Thursday 15 November, 2018

Uber self-drive death: Car ‘saw pedestrian but didn’t brake’

(Image: AP: Uber back-up driver reacts with shock to collision on 18 March 2018 in dashcam footage)

(Image: AP: Uber back-up driver reacts with shock to collision on 18 March 2018 in dashcam footage)

The self-driving Uber car that struck and killed an Arizona pedestrian in March spotted the woman about six seconds before hitting her, but did not stop because the system used to automatically apply brakes in potentially dangerous situations had been disabled, according to federal investigators.

In a preliminary report on the crash, the National Transportation Safety Board said on Thursday that emergency braking is not enabled while Uber's cars are under computer control "to reduce the potential for erratic vehicle behaviour".

Instead, Uber relies on a human back-up driver to intervene. The system, however, is not designed to alert the driver.

In the crash, the driver began steering less than a second before impact but didn't brake until less than a second after impact, according to the preliminary report, which does not determine fault.

A video of the crash showed the driver looking down just before the vehicle struck and killed 49-year-old Elaine Herzberg in Tempe, Arizona.

Uber said in a company release that it had worked closely with the NTSB and was doing an internal review of its self-driving vehicle program. The company has also brought in former NTSB Chairman Christopher Hart "to advise us on our overall safety culture".

The NTSB report comes a day after Uber pulled its self-driving cars out of Arizona, eliminating the jobs of about 300 people who served as back-up drivers and performed other jobs. Uber had suspended testing of its self-driving vehicles in Arizona, Pittsburgh, San Francisco and Toronto while regulators investigated the cause of the March 18 crash.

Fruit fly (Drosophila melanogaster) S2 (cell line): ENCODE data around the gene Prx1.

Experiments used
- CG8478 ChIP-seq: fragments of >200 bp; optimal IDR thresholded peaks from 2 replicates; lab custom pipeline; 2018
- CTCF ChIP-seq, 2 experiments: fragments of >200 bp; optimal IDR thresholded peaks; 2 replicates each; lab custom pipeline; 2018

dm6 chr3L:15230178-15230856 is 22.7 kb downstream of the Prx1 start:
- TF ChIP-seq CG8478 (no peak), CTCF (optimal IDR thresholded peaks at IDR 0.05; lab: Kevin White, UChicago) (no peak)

Sensors on the car spotted Herzberg while the car was traveling 43 miles per hour and determined that braking was needed 1.3 seconds before impact, according to the report.

Herzberg was pushing a bicycle across the road at night. The crash occurred on a part of the road that had no crosswalk and was not lighted, the report said.

She was wearing dark clothing and did not look in the direction of the vehicle until just before impact. A toxicology report showed that she tested positive for methamphetamine and marijuana, according to the NTSB. Also, the bicycle had no side reflectors and the front and back reflectors were perpendicular to the Uber SUV.

In an interview with the NTSB, Uber's backup driver said she had been monitoring the "self-driving interface". While her personal and business telephones were in the vehicle, she said neither was in use at the time of the crash.

The NTSB, which can make safety recommendations to other federal agencies, said information in the preliminary report can change as the investigation progresses and that no conclusions should be drawn from the report.

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